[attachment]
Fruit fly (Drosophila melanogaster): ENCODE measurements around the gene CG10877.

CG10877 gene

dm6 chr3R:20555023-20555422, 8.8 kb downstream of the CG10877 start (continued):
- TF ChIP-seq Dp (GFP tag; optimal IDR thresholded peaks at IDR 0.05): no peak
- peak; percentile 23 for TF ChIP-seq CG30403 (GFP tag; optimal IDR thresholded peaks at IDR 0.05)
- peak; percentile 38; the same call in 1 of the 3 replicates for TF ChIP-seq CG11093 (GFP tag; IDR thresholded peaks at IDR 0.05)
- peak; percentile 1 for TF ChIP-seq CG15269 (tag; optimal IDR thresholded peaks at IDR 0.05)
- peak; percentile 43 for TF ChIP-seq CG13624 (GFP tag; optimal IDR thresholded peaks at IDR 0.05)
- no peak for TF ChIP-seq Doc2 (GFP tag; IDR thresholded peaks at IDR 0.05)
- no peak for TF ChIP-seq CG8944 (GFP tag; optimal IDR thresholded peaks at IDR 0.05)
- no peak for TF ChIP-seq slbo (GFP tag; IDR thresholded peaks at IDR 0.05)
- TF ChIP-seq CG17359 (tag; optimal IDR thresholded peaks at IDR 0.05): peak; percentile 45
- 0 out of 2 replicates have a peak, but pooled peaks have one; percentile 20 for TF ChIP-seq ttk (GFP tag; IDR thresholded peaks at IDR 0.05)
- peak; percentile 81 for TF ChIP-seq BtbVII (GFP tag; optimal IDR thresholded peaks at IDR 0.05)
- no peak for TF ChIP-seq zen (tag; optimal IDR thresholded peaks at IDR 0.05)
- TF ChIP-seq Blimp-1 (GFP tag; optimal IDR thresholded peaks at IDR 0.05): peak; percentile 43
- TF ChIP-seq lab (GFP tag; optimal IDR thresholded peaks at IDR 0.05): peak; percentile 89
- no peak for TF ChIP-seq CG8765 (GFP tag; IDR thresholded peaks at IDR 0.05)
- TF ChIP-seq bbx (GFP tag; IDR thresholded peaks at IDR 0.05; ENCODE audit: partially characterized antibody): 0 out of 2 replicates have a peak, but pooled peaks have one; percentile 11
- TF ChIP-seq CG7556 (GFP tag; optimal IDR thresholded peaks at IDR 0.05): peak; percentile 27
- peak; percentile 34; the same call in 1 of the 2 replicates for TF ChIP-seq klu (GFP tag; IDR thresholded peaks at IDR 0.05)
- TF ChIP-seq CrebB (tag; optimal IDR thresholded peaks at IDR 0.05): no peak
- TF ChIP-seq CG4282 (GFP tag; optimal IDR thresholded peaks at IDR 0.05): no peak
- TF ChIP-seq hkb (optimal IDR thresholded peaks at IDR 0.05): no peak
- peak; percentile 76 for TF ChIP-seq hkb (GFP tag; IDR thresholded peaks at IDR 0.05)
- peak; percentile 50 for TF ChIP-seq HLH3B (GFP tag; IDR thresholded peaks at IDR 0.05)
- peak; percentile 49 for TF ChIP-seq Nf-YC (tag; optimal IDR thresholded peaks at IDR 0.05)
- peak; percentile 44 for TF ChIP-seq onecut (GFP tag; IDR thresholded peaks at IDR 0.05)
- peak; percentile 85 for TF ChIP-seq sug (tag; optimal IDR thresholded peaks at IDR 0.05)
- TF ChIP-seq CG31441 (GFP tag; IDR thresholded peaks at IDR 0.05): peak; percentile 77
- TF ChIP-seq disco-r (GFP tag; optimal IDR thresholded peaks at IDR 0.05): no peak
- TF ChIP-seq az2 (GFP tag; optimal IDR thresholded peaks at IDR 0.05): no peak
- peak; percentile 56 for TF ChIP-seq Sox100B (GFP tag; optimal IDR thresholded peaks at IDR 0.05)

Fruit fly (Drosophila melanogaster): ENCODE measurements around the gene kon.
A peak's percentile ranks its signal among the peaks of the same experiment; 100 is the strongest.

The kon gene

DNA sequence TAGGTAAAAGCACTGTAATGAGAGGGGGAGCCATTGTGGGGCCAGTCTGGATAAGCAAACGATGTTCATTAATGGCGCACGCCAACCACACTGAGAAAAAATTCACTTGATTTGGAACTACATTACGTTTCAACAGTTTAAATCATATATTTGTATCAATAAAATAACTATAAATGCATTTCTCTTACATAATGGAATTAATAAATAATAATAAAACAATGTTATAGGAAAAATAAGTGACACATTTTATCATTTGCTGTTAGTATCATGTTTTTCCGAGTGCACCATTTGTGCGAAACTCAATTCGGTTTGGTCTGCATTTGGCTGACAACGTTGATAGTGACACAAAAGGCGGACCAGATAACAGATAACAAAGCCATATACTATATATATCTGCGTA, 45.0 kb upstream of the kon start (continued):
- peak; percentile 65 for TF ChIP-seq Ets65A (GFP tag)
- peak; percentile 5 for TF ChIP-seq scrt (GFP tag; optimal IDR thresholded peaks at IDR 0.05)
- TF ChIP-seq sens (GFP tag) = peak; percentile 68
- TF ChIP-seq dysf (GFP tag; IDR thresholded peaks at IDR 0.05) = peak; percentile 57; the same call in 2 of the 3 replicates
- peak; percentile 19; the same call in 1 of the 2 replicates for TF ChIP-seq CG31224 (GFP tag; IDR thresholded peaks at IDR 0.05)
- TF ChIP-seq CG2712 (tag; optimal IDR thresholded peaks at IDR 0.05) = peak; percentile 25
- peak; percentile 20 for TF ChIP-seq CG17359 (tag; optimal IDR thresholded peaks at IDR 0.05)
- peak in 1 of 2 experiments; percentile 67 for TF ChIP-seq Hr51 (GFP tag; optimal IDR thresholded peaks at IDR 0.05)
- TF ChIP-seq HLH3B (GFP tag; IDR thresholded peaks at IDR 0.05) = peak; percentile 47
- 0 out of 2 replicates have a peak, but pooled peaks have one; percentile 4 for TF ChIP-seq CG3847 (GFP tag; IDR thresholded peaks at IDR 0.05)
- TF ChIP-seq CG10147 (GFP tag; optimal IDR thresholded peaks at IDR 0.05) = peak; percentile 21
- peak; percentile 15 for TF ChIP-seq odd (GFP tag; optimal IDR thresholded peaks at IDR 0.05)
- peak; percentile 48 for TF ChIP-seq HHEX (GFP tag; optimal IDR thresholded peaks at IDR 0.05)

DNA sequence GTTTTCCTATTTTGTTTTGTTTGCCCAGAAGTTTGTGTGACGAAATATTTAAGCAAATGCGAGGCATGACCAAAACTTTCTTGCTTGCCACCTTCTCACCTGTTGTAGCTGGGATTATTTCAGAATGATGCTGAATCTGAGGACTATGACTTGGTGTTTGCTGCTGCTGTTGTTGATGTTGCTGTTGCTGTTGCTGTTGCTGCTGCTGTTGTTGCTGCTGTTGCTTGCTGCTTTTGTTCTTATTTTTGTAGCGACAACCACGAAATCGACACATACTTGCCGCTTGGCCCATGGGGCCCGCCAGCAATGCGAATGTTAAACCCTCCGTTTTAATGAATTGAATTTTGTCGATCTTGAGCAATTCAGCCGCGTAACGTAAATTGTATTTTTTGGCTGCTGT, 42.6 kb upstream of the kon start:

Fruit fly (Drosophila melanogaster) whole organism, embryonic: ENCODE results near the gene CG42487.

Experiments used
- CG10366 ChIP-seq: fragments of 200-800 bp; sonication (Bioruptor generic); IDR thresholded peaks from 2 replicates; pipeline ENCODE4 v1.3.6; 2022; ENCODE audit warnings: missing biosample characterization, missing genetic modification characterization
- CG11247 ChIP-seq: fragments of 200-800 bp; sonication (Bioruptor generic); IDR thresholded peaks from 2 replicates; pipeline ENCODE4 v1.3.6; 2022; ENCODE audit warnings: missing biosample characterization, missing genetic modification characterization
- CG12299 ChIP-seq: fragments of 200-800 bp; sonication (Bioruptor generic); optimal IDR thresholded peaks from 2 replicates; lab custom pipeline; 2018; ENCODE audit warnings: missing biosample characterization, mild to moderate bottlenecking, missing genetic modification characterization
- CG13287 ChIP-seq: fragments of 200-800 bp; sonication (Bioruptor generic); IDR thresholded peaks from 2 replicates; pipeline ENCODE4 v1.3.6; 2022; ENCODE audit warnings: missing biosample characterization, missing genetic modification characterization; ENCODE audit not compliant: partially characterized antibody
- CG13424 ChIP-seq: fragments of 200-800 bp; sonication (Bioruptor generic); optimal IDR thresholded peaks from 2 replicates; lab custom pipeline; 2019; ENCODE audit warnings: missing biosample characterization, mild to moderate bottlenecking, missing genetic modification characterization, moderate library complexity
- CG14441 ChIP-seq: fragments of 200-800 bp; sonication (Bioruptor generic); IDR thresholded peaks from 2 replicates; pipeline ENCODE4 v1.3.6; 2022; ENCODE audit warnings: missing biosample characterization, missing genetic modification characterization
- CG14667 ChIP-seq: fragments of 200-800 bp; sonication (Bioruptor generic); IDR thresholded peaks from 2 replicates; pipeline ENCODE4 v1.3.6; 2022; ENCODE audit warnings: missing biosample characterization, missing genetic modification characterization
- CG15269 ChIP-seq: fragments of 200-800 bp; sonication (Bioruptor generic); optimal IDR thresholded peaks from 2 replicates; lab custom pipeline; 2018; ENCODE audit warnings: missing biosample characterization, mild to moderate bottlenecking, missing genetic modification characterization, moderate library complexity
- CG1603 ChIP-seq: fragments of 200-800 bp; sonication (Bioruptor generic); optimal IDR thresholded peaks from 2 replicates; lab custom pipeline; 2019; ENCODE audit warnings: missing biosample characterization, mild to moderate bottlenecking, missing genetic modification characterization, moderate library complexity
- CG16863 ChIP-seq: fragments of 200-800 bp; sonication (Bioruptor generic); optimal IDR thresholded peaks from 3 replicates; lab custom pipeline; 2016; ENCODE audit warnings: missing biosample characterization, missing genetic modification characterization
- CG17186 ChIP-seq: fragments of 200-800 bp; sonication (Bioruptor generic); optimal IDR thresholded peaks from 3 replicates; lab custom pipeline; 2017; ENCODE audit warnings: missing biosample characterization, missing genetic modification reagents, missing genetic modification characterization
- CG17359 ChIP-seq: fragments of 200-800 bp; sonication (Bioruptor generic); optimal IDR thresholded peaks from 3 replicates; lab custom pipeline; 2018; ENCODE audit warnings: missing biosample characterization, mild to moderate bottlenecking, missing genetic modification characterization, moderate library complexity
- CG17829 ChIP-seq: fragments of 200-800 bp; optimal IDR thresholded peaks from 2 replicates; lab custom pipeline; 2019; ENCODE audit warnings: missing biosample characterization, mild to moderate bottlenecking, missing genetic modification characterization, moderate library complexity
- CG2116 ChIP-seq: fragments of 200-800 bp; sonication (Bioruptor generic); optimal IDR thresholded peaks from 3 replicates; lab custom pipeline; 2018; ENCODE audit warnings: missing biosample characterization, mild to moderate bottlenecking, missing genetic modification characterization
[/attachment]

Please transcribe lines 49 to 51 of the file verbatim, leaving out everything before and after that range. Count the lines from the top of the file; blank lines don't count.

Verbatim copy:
- peak; percentile 15 for TF ChIP-seq odd (GFP tag; optimal IDR thresholded peaks at IDR 0.05)
- peak; percentile 48 for TF ChIP-seq HHEX (GFP tag; optimal IDR thresholded peaks at IDR 0.05)

DNA sequence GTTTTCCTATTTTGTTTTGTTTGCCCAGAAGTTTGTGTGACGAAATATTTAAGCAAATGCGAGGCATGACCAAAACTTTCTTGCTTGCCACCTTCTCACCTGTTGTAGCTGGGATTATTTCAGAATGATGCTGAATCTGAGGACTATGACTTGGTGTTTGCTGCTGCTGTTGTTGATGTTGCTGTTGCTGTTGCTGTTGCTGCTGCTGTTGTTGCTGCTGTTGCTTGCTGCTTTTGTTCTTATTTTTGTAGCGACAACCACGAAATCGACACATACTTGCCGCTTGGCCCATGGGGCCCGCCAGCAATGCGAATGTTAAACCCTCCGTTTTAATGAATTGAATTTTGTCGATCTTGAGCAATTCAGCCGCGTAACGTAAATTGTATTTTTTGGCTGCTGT, 42.6 kb upstream of the kon start: